Always use the best quality maps you can find. Satellite images are even better, so long as they have a built-in scale.
If using a scanner, try to use at least 300 dpi resolution; if downloading from the Internet, visit the USGS or UK Ordnance Survey sites first. The USGS site has excellent satellite images down to 1 metre resolution.
When calibrating, zoom in as far as possible before placing the separate end-points of the reference distance. Fine-tune the two markers afterwards.
Work at a higher magnification rather than a lower one. When "nudging" data points, use the very highest magnification your PC will permit. This is where AccuRoute2's fantastic accuracy comes from.
If you find your PC creates far too many data points to be able to "nudge" them all, change the "Throttle" setting on the Preferences menu to force your PC to work at a slower rate.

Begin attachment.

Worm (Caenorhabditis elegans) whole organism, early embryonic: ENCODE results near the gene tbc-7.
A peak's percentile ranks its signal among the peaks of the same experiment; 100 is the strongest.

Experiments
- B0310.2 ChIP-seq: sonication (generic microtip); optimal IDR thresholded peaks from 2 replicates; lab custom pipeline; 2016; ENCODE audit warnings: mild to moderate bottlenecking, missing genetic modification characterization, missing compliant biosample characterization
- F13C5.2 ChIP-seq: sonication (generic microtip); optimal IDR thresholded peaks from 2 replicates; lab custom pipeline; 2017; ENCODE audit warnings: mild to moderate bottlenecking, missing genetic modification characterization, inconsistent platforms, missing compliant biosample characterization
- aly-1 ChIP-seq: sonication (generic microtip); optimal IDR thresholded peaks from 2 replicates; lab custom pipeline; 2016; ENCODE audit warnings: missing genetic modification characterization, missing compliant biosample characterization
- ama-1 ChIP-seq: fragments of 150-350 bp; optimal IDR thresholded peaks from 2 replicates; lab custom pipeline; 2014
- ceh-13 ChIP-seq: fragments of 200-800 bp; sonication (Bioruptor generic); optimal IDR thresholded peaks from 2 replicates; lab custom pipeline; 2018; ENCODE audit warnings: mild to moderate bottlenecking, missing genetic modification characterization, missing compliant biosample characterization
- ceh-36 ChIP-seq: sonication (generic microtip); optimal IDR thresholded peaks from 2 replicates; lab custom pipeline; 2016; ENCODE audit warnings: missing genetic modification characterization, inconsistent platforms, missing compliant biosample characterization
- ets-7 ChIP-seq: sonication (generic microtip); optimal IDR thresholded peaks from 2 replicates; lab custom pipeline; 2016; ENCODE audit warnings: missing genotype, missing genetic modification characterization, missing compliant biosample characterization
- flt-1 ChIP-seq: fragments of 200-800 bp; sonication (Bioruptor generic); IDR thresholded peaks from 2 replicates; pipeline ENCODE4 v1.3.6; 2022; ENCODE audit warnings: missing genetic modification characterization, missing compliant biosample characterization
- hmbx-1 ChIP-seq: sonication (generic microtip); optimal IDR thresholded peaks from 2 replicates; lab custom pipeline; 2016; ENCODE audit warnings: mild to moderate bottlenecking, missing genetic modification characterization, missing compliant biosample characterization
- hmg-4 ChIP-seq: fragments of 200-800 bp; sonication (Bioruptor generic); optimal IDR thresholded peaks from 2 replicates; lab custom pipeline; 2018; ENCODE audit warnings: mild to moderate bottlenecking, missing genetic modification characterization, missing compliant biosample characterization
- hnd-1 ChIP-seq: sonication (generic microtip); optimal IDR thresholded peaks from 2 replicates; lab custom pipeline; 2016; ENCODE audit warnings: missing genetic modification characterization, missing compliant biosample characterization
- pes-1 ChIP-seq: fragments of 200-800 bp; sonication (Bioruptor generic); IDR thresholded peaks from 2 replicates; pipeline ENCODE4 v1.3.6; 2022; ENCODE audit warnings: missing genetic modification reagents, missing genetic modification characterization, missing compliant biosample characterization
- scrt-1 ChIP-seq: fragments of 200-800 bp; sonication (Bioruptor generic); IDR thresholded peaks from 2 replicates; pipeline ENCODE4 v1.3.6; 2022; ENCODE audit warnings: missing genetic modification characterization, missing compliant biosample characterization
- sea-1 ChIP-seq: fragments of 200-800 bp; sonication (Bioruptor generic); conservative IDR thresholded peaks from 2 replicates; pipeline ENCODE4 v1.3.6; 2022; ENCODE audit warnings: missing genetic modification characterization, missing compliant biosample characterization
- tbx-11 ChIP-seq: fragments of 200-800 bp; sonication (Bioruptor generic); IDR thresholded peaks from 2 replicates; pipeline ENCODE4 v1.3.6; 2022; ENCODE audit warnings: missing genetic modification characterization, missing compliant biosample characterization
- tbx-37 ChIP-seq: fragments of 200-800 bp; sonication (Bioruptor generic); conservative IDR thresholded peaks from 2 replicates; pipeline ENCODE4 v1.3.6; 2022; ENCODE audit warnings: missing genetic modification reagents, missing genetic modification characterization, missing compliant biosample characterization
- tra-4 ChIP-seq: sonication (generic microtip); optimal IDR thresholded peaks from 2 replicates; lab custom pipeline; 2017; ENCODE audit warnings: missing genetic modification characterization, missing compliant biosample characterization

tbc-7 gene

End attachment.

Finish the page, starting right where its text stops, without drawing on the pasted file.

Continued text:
On straight parts of the route, use the new point-to-point tracing style like joining the dots; on more complex sections, zoom in and use the freehand trace.
If you can, take the path height into account: each time the path crosses a contour, nudge the closest data point exactly onto the contour and right click to fix its altitude.
The more carefully you trace the route in the first place, the quicker you'll get a decent result. However, you may find you have to throttle back your PC (see above) to prevent being overwhelmed with data points.

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